In Norse mythology, Vingólf is one of the buildings of the gods. It is described as the hall or hörgr of the goddesses and also as a place where righteous men and those slain in battle go after death. It is mentioned in the Prose Edda, Gylfaginning 3 and in the enigmatic poem Hrafnagaldur Óðins.
The Prose Edda
Hitt er mest, er hann gerði manninn ok gaf honum önd þá er lifa skal ok aldri týnask, þótt líkaminn fúni at moldu eða brenni at ösku. Ok skulu allir menn lifa þeir er rétt eru siðaðir ok vera með honum sjálfum þar sem heitir Gimlé eða Vingólf, en vándir menn fara til Heljar ok þaðan [í Ni]flhel, þat er niðr í inn níunda heim. Eysteinn Björnsson's edition
His greatest achievement, however, is the making of man and giving him a soul which will live and never die, although his body may decay to dust or burn to ashes. All righteous men shall live and be with him where it is called Gimlé [lee-of-fire] or Vingólf [friendly door], but wicked men will go to Hel and thence to Niflhel [abode of darkness]: that is down in the ninth world. Young's translation
Í upphafi setti hann stjórnarmenn ok beiddi þá at dœma með sér ørlög manna ok ráða um skipun borgarinnar. Þat var þar sem heitir Iðavöllr í miðri borginni. Var þat hit fyrsta þeira verk at gera hof þat er sæti þeira standa í, tólf önnur en hásætit þat er Allföðr á. Þat hús er bezt gert á jörðu ok mest, allt er þat úta<n> ok innan svá sem gull eitt. Í þeim stað kalla menn Glaðsheim. Annan sal gerðu þeir, þat var hörgr er gyðjurnar áttu, ok var hann allfagr. Þat hús kalla menn Vingólf. - Eysteinn Björnsson's edition
At first he appointed rulers who, along with him, were to control the destinies of men, and decide how the stronghold should be governed. That was in the place called Iðavöll [plain that renews itself or plain of activity] in the middle of the stronghold. Their first task was to build a temple in which there were seats for the twelve of them, apart from the high-seat of the All-father. That is the largest and best dwelling on earth; outside and in it is like pure gold; it is called Glaðsheim [Radiant Home]. They built another hall that was the sanctuary of the goddesses, and it was a very beautiful building; it is called Vingólf. - Young's translation
Óðinn heitir Allföðr, þvíat hann er faðir allra goða. Hann heitir ok Valföðr, þvíat hans óskasynir eru allir þeir er í val falla. Þ[eim ski]par hann Valhöll ok Vingólf, ok heita þeir þá Einherjar. Eysteinn Björnsson's edition
Odin is called Allfather because he is father of all the gods. He is also called Father of the Slain, because all those that fall in battle are the sons of his adoption; for them he appoints Valhall and Vingólf, and they are then called Champions. Brodeur's translation
The three mentions of Vingólf seem somewhat contradictory. In the first instance it appears as an alternative name for Gimlé, a paradise where righteous people go after death. In the second instance it is the hall or hörgr of the goddesses. In the third instance it is a residence for those slain in battle.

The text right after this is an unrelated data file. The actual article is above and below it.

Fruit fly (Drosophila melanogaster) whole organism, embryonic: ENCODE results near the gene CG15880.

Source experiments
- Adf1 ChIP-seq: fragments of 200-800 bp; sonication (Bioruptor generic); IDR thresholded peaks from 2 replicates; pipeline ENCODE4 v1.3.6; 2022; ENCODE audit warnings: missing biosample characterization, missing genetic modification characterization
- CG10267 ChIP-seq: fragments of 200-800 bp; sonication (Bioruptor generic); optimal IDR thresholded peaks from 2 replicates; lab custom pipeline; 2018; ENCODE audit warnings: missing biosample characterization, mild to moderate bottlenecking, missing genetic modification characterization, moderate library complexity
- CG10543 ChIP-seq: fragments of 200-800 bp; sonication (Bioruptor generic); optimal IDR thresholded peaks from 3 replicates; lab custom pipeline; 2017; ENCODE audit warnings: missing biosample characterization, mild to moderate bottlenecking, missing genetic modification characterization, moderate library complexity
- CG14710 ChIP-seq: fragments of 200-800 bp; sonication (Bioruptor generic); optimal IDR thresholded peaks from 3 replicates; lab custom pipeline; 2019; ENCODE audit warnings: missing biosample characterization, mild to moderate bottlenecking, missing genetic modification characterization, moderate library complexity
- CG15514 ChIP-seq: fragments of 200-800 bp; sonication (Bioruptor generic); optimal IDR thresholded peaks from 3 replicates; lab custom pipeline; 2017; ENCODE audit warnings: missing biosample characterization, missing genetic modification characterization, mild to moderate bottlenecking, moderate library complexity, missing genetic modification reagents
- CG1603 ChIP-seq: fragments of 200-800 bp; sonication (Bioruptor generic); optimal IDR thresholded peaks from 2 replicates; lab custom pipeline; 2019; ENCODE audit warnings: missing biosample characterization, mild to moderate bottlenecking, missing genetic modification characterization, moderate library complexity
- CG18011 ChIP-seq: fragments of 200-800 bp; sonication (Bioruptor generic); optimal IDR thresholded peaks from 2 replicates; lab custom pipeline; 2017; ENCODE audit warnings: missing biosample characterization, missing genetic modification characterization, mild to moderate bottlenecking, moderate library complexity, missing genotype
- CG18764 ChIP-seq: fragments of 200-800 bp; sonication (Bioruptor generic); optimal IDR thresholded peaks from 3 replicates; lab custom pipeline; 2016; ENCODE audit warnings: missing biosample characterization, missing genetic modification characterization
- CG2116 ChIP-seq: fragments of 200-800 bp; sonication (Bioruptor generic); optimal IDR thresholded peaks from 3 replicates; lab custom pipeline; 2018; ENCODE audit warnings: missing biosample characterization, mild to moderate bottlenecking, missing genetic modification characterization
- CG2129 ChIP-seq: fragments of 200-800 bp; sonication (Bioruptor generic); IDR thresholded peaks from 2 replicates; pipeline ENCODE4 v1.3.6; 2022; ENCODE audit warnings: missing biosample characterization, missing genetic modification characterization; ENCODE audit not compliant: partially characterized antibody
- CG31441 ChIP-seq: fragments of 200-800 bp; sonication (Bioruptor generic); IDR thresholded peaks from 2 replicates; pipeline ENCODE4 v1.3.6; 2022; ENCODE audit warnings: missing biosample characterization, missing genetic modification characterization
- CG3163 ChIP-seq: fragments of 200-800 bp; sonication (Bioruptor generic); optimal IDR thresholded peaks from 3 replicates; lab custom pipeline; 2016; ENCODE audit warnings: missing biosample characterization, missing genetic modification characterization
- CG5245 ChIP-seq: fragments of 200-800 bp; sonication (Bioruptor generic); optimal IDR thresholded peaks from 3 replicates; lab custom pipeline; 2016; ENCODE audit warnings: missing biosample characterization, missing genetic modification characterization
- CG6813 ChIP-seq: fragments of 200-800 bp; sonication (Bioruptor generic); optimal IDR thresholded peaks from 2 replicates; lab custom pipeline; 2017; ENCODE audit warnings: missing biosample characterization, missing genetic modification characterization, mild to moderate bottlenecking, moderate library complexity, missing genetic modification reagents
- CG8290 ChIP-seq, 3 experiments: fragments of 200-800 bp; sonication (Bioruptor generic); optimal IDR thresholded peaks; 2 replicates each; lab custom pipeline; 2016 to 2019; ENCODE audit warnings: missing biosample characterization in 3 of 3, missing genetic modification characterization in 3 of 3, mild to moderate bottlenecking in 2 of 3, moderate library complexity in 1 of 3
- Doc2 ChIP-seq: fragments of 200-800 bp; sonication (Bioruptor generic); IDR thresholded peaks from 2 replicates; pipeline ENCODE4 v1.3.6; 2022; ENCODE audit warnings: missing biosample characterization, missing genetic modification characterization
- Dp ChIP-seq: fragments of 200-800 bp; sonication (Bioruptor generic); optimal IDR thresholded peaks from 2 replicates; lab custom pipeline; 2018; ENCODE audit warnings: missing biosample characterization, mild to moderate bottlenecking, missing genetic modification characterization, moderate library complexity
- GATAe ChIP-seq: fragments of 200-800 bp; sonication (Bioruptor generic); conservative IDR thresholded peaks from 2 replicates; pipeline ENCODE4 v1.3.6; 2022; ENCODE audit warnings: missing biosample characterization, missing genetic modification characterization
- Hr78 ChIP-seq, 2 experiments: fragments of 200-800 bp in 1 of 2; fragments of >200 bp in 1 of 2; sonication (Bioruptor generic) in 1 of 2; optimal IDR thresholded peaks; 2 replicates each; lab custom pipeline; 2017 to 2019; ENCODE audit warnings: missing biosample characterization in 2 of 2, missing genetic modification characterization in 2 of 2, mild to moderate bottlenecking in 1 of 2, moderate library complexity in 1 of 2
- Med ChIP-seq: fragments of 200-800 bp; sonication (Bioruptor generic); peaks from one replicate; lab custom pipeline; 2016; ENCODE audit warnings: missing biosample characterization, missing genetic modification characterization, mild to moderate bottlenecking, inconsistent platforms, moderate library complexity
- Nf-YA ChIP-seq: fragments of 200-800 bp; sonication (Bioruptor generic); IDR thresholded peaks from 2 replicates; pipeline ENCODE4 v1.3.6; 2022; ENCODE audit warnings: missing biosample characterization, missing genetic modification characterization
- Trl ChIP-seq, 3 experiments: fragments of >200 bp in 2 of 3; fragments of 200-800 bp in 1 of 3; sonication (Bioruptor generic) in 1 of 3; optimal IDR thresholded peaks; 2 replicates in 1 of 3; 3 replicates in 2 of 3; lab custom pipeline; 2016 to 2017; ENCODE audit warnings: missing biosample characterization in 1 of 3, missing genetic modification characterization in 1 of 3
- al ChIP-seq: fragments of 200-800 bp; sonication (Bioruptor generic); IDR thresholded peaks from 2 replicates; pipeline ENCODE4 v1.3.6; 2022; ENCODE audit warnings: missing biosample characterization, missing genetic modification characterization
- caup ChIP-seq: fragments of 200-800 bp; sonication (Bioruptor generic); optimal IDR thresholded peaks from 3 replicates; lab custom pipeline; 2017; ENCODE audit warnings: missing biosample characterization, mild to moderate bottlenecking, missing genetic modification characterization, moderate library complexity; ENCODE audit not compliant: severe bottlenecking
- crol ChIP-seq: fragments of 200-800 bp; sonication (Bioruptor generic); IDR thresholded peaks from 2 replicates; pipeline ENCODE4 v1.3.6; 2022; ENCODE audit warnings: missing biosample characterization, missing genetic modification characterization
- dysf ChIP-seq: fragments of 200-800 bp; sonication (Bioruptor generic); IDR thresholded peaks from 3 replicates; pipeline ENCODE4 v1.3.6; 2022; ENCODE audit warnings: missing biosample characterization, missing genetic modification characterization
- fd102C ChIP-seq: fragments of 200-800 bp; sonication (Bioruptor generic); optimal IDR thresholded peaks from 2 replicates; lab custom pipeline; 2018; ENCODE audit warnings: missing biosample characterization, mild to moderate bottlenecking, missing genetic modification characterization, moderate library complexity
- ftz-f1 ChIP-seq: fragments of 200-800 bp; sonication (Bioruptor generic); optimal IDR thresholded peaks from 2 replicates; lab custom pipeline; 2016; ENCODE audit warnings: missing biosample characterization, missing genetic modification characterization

The enigmatic Hrafnagaldur Óðins, a young mythological poem composed in the Eddic style, mentions Vingólf in one of its strophes.
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The context is enigmatic but Vingólf seems to be a place where the Æsir have gathered for an ale feasts. The significance of this mention hinges on the interpretation of Hrafnagaldur Óðins as a whole.
The name Vingólf is usually thought to be composed of vinr (friend) and gólf (floor, hall) and mean something like "pleasant hall". Alternatively the name could be read Víngólf and the meaning would be "wine hall".
Uppsalabók, one of the four main manuscripts of the Prose Edda, has the variant reading Vindglóð seemingly meaning "wind ember" but most variant readings which occur only in that manuscript are thought to be corrupted.
- Ásgeir Blöndal Magnússon (1989). Íslensk orðsifjabók. Reykjavík: Orðabók Háskólans.
- Brodeur, Arthur Gilchrist (transl.) (1916). The Prose Edda by Snorri Sturluson. New York: The American-Scandinavian Foundation. Available online
- Eysteinn Björnsson (ed.). Snorra-Edda: Formáli & Gylfaginning : Textar fjögurra meginhandrita. 2005. http://www.hi.is/~eybjorn/gg/
- Eysteinn Björnsson (ed. & tr.) (2002). Hrafnagaldur Óðins : Forspjallsljóð. http://www.hi.is/~eybjorn/ugm/hrg/hrg.html
- Jónsson, Finnur (1931). Lexicon Poeticum. København: S. L. Møllers Bogtrykkeri.
- Simek, Rudolf. Dictionary of Northern Mythology. 1993. Trans. Angela Hall. Cambridge: D. S. Brewer. ISBN 0-85991-369-4. New edition 2000, ISBN 0-85991-513-1.
- Thorpe, Benjamin (tr.) (1866). Edda Sæmundar Hinns Froða : The Edda Of Sæmund The Learned. (2 vols.) London: Trübner & Co. Available online
In the entry for Vingólf in the Dictionary of Northern Mythology, Rudolf Simek lists the following articles.
- W. Braune (1889). "Vingólf". Beiträge zur Geschichte der deutschen Sprache und Literatur 14.
- F. Jónsson (1890). "Vingólf". Arkiv för nordisk Filologi 6.
- F. Kauffmann (1892). "Vingólf". Zeitschrift für deutsches Altertum 36.